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that beloved country,whose religious intolerance has embittered his life-that country which boasting, at this moment, of a free constitution, still continues to deprive her children of the right to worship God according to their own conscience-he has not for a day quitted England, the land of his ancestors, and now the country of his choice and adoption.

It is not, however, from pique or resentment that the Author has dwelt so long and so warmly upon the painful and disgusting picture of Spanish bigotry, Spain, “ with all her faults,” is still and shall ever be the object of his love. But since no man, within the limits of her territory, can venture to lay open the canker which, fostered by religion, feeds on the root of her political improvements, be it allowed a self-banished Spaniard to describe the sources of such a strange anomaly in the New Constitution of Spain, and thus to explain to such as may not be unacquainted with his name as a Spanish writer, the true cause of an absence which might otherwise be construed into a dereliction of duty, and a desertion of that post which both nature and affection marked so decidedly for the exertion of his humble talents.

Chelsea, June 1822.

TABLE

OF

CON TEN TS.

LETTER I.

Mistakes of Travellers.—Townsend's Accuracy.-View of

Cadiz from the Sea.—Religion blended with Public and Domestic Life in Spain.—Customs relating to the Host or Eucharist.—Manners and Society at Cadiz.Passage by Sea to Port Saint Mary's.-St. Lucar.-Passage up the Guadalquivir to Seville.

Construction and internal Economy of the Houses in that Town.—Knocking, and greeting at the Door.—Devotion of the People of Seville to the Immaculate Conception of the Virgin Mary

p. 1-25

LETTER II.

Difficulty of describing National Characters.--Nobles and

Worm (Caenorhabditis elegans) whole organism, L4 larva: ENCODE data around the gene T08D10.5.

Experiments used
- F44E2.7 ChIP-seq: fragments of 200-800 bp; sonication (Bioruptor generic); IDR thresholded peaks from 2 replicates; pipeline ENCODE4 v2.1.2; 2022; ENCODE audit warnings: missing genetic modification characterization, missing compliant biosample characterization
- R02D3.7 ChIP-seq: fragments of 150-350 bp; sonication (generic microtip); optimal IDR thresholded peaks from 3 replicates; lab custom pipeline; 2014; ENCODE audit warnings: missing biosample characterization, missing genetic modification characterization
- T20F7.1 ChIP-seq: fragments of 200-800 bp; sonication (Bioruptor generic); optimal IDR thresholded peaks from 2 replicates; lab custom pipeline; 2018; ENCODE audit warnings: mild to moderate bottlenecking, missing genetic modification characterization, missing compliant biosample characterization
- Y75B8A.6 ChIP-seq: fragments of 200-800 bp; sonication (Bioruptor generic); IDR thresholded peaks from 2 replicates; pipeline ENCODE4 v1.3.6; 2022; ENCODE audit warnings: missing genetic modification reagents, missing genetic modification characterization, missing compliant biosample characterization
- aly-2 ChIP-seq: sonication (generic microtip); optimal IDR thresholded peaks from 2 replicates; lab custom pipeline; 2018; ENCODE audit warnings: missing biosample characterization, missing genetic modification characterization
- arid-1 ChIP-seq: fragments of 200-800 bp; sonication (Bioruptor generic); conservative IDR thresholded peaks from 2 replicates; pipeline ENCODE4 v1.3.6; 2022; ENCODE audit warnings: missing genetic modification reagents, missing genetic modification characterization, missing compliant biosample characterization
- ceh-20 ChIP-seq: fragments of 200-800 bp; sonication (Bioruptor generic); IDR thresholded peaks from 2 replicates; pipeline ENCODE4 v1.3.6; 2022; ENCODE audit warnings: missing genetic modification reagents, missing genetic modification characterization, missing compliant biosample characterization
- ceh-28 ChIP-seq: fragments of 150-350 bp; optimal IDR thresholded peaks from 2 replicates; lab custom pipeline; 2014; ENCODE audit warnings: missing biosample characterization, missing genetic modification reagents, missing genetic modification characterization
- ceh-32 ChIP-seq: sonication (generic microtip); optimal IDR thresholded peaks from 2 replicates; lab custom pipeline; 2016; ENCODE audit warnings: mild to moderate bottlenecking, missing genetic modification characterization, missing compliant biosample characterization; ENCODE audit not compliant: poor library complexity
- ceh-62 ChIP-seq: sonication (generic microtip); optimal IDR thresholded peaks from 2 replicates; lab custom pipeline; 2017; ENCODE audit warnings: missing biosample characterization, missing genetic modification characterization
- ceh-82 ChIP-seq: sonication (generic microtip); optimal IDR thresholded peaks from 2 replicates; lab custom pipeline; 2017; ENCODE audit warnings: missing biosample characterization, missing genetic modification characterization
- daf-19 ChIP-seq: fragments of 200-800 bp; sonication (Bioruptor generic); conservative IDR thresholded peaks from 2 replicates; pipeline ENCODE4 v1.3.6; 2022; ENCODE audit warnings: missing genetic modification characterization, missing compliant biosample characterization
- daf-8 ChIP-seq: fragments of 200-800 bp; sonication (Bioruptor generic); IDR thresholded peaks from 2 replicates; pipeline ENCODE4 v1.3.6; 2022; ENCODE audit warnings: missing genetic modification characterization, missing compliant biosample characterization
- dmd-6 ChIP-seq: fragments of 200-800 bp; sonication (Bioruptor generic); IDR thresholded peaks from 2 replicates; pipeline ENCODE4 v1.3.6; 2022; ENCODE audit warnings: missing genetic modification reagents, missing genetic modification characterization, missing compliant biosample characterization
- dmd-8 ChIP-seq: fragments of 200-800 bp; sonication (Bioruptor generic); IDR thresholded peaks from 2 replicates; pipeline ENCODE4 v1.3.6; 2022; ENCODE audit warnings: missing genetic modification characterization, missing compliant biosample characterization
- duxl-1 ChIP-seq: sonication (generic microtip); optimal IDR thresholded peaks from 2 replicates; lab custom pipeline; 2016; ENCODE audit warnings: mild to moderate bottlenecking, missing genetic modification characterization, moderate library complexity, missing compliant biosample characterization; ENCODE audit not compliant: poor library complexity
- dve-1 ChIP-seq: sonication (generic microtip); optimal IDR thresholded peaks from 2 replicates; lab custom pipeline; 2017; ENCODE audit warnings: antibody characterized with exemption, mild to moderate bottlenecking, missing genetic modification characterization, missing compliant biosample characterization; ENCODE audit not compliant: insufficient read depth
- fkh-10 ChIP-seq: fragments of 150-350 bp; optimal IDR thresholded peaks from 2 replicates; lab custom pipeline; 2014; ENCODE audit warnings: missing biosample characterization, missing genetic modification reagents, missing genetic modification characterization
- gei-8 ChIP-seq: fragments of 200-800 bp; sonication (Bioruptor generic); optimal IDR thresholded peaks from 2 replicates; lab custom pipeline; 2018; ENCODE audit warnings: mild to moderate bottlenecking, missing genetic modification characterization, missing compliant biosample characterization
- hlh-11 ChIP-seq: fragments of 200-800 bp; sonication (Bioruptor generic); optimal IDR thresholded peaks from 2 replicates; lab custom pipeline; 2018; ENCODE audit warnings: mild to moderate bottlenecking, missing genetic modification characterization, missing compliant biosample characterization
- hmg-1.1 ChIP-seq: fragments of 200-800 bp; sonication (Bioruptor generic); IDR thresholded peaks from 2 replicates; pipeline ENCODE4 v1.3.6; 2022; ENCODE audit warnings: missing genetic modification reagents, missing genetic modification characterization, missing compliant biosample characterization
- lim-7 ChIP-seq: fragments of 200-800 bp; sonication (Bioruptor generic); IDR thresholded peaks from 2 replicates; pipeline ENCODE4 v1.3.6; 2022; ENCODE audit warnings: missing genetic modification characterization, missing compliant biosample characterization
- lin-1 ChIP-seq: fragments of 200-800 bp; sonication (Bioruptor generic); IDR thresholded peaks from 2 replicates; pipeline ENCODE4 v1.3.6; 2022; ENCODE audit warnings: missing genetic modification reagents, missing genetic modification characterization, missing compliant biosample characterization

Plebeians, in Spain.-—Purity of Blood.—T'izon de Espana. -Grandees.-Hidalgos. in Low Life.—Execution of an Hidalgo. Spanish Pride, visible among the Lower Classes. -Usual Employment of Day at Seville.-Spanish Politeness.-Absence of Jealousy in Modern Times.—Dinner. -Siesta.—Public Walks.-Dress of the Spanish Ladies.

- Various Uses of the Fan.-Character of the Spanish Females

p. 26-58

LETTER III.

Eagerness of Free-thinking Spaniards to become acquainted,

and their quickness in knowing one another.-Inclosure of

a detached Paper, intituled A few Facts connected with the

Formation of the Intellectual and Moral Character of a

Spanish Clergyman

p. 59–66

Importance of examining the Tendency of Catholicism.-

Account of two highly devout Roman Catholics.
Auricular Confession.- Education of a Spanish Boy.-
Evils arising from the Celibacy of the Clergy.-Educa-
tion under the Jesuits.-Congregation of Saint Philip
Neri.-Exercises of Saint Ignatius.—Aristotelic Philo-
sophy taught by the Dominicans.--Feyjoo's Works.-
Spanish Universities and Colleges, called Mayores.-In-
direct Influence of the Inquisition on the State of
Knowledge in Spain.-Mental Struggles of a young Spa-
niard on points connected with the established System

of Faith.-Impressions produced by the Ceremony of

Catholic Ordination.-Unity and Consistency of the Ca-

tholic System.-Train of Thought and Feeling leading to

the final Rejection of Catholicism

p. 66—134

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